You are currently viewing <strong>What is Diabetes?</strong>

What is Diabetes?


This article is for information purposes only. It is not a substitute for medical advice or treatment. Seek medical care for your treatment.

Diabetes mellitus also known as diabetes is a metabolic illness that seeds high blood sugar. Insulin is the hormone that controls the blood glucose. Glucose is the significant source of energy for the cells that build up muscles and tissues. Glucose also works as a fuel for the brain. Diabetic patient’s body either doesn’t make sufficient insulin or cannot use the insulin it produces. Hyperglycaemia (raised blood sugar) is a common result of unchecked diabetes.  There are different types of diabetes but every type of diabetes can raise sugar level in the blood, leading to several critical health problems for example harming your nerves, eyes, kidneys or other organs.

Why insulin is important in diabetes?

Our body is made up of numerous cells. For energy these cells require food. Whatever you eat or drink it is broken down into simple sugar called glucose. Then glucose moves through blood to the body cells where it can be consumed to provide energy that our body needs daily. Insulin regulates glucose in our blood. Pancreas regularly releases insulin in little amounts. Pancreas release more insulin to send more glucose to your cells, when the amount of glucose in your blood reaches to a specific level. This drops your blood glucose levels. To evade blood glucose levels from decreasing your body alerts you to eat and release some of the glucose that’s kept stored in the liver. A Diabetic person doesn’t make insulin or their body cells are insulin resistant, resulting in elevated sugar levels circulating in the blood stream which is called high blood sugar.

Diabetes is like having a blood glucose level of 126 milligrams per deciliter (mg/dL) after an overnight fasting.

Types of diabetes:

There are different types of diabetes and they have different causes, symptoms and treatments:

  • Type 1 Diabetes

It is an autoimmune disease which means your body charges itself. Beta cells which are insulin producing cells of the pancreas are demolished by the immune system. Probably up to 10% diabetic people have Type 1. It was once called “juvenile” diabetes because generally it is diagnosed in children and young adults. People with Type 1 need to take insulin regularly. You can also call it insulin dependent diabetes.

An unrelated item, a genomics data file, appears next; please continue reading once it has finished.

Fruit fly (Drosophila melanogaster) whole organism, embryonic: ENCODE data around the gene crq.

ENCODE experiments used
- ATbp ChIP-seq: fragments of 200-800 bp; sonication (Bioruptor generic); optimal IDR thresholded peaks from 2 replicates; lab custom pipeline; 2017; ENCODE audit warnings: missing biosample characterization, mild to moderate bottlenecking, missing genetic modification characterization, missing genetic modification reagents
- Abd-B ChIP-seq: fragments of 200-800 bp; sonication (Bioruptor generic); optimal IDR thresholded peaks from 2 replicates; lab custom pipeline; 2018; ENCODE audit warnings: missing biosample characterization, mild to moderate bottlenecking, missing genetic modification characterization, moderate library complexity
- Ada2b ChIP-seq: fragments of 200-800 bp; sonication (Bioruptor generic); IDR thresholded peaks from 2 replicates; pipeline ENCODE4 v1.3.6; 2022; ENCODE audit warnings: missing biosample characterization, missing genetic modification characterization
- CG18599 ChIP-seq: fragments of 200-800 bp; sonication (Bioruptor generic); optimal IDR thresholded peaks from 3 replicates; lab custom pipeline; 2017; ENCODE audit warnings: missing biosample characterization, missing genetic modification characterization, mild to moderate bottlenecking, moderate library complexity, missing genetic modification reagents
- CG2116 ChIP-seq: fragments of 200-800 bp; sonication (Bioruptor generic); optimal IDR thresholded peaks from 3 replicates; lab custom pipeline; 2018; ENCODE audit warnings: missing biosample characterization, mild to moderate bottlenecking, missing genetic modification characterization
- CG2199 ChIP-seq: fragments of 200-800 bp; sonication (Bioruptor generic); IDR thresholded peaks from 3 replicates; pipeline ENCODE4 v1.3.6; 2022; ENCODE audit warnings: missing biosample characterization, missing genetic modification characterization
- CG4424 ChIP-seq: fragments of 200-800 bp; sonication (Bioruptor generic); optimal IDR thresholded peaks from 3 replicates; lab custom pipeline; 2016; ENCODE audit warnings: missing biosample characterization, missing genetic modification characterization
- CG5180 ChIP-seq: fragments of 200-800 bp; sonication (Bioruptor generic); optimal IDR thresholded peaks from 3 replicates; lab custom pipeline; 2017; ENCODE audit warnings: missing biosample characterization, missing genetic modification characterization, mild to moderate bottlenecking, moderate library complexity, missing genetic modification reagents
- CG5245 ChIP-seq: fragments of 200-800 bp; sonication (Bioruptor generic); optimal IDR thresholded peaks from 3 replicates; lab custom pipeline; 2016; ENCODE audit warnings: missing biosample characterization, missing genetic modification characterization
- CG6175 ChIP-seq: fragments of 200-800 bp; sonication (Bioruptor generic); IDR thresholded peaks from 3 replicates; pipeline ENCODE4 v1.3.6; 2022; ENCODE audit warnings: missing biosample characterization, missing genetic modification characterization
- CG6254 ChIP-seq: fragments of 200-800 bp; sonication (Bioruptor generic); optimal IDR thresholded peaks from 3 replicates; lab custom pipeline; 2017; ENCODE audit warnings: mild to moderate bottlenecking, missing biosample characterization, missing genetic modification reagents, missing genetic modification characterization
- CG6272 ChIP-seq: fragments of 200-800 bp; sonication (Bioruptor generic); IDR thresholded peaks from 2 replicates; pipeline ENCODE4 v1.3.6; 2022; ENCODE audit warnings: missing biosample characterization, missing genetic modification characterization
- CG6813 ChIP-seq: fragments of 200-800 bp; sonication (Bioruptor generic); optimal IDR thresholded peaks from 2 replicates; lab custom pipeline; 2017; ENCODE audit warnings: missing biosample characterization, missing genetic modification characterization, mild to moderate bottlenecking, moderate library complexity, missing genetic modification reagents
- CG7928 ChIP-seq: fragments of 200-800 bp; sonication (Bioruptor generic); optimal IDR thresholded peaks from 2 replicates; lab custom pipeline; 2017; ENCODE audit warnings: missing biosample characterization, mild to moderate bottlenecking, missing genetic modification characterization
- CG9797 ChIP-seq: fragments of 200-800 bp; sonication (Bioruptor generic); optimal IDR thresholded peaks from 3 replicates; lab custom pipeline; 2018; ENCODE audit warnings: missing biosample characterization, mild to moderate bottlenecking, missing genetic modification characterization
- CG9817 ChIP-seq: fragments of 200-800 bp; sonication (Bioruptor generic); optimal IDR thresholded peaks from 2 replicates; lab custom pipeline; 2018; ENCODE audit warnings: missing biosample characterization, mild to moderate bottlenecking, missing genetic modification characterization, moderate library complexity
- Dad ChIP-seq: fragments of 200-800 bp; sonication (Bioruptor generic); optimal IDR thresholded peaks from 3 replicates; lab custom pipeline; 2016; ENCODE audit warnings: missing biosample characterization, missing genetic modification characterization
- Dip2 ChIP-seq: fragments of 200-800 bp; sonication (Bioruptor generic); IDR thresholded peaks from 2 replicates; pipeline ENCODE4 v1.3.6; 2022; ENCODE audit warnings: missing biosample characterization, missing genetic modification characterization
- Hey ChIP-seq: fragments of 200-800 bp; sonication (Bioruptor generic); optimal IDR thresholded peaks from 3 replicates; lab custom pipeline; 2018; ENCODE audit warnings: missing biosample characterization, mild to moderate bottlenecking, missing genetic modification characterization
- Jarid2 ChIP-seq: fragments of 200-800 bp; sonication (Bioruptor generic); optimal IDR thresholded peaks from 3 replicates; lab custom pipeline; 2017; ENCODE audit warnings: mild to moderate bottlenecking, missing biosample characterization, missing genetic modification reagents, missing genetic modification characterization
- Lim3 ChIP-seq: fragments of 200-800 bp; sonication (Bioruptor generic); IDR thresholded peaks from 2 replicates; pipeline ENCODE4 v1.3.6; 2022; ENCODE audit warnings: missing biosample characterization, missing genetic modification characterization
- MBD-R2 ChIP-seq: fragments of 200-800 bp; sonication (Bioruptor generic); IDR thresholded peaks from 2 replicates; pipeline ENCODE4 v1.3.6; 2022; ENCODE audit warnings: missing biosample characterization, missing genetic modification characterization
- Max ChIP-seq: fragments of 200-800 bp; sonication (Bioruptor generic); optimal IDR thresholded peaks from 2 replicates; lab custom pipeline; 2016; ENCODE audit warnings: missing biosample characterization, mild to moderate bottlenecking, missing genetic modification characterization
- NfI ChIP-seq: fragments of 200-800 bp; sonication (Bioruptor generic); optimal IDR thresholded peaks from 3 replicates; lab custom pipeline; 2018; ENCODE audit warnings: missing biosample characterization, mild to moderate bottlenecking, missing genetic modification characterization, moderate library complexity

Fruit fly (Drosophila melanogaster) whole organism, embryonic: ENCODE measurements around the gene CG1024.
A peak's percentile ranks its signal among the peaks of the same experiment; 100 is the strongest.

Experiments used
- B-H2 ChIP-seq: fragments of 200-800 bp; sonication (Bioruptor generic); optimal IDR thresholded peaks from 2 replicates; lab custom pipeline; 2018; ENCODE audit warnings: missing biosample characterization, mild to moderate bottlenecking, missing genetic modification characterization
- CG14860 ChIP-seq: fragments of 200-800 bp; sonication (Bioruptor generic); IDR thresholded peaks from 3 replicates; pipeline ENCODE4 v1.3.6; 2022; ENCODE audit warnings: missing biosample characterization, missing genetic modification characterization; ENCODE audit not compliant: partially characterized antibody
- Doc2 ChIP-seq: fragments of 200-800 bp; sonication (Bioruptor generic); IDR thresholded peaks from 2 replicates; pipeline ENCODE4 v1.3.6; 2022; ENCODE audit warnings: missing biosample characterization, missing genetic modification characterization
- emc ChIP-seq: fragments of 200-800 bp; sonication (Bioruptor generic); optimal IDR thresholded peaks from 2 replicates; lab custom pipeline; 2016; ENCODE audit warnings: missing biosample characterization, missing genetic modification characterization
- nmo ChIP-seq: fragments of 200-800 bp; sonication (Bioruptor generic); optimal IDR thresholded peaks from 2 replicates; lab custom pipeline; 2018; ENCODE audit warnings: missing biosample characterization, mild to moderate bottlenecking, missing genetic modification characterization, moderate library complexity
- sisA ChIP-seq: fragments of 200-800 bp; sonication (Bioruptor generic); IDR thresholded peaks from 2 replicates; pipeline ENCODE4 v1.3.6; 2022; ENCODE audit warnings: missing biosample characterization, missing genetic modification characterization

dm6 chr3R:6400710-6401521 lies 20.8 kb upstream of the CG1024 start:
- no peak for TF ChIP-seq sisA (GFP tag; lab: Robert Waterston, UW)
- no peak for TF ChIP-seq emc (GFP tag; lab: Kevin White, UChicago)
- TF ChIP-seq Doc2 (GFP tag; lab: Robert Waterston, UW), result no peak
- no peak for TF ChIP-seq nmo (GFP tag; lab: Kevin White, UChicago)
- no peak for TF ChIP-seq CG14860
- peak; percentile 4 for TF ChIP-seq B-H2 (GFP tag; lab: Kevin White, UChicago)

• Type 2 Diabetes

This is the most typical type of diabetes. In this your body becomes insulin resistant and sugar accumulates in your blood. It is the most frequent type. Possibly 95% people suffering from diabetes have Type 2. You can call it adult-onset diabetes because it eventuates in middle-age or old-age people.

  • Gestational Diabetes

Gestational or hyperglycaemia arises during pregnancy. It is high glucose during pregnancy. Generally gestational diabetes departs after pregnancy. Pregnant Women having gestational diabetes are at a greater risk of developing Type 2 diabetes and can come across many impediments during pregnancy and delivering the baby. There is a possibility that later, their children are also at the risk of Type 2. Prenatal screening is the way to diagnose gestational diabetes.

  • Prediabetes

Prediabetes or impaired glucose tolerance happens when your sugar level is higher than usual, but it is not that much high to be classified as Type 2 diabetes. This happens when your body cells don’t greet insulin the way they should and can lead to Type 2 diabetes. 84.1 million U.S. adults have sugar levels above normal but are not high enough to be labeled as diabetes. Prediabetes usually occurs without any visible symptoms but, complications like heart ailment linked with diabetes can also appear in people with prediabetes. It is necessary to consult your doctor for prediabetes to evade other ailments like Type 2 diabetes or heart disease.

Diabetes symptoms

Diabetes is the result of increased sugar in the blood. Some of the common symptoms are mentioned below:

  • Increased appetite
  • Polydipsia
  • Weight loss
  • frequent urination
  • blurred vision
  • tiredness
  • wounds and sores that heal slowly
  • less sex drive in men
  • erectile dysfunction
  • weak muscle strength
  • vaginal dryness
  • UTIs in women
  • Yeast infections
  • Dry, itchy skin

Type 1 diabetes symptoms

  • Excessive hunger
  • Extreme thirst
  • Sudden decrease in body weight
  • Recurrent urination
  • Blurry vision
  • Fatigue
  • Mood swings

Type 2 diabetes symptoms

  • Severe hunger
  • Increased thirst
  • Excessive urination
  • Lack of vision
  • Fatigue
  • Wounds that recover slowly
  • May cause recurring infections because of increased glucose levels

How to prevent the onset of diabetes

A healthy lifestyle helps to evade or delay the onset of Type 2 diabetes.  To avoid any complications one should:

  • Try to keep a healthy body weight.
  • Try to do physical activity for minimum 30 minutes like brisk walk, riding a bike or lifting weights.
  • Try to consume healthy, balanced diet dropping out the sugar and saturated fats.
  • Quit smoking as it elevates the risk of diabetes and heart diseases.

Maintain a healthy weight and eat diet rich in vegetables, fruits, whole grains and lean protein. Avoid sweetened drinks, processed foods. Consume suggested portion sizes.

Complications linked with Diabetes

Diabetes is a chronic disease and harms organs and tissues of our bodies. High blood sugar comes along various complications:

  • Heart ailments
  • Neuropathy
  • Nephropathy
  • Retinopathy
  • Hearing loss
  • Foot injury that doesn’t heal
  • Bacterial and fungal skin infections
  • Depression
  • dementia


Generally Diabetes symptoms are not visible enough to identify it. It is necessary to rush to your doctor in case you are experiencing any symptoms mentioned above. Early detection can prevent or delay diabetes.

Leave a Reply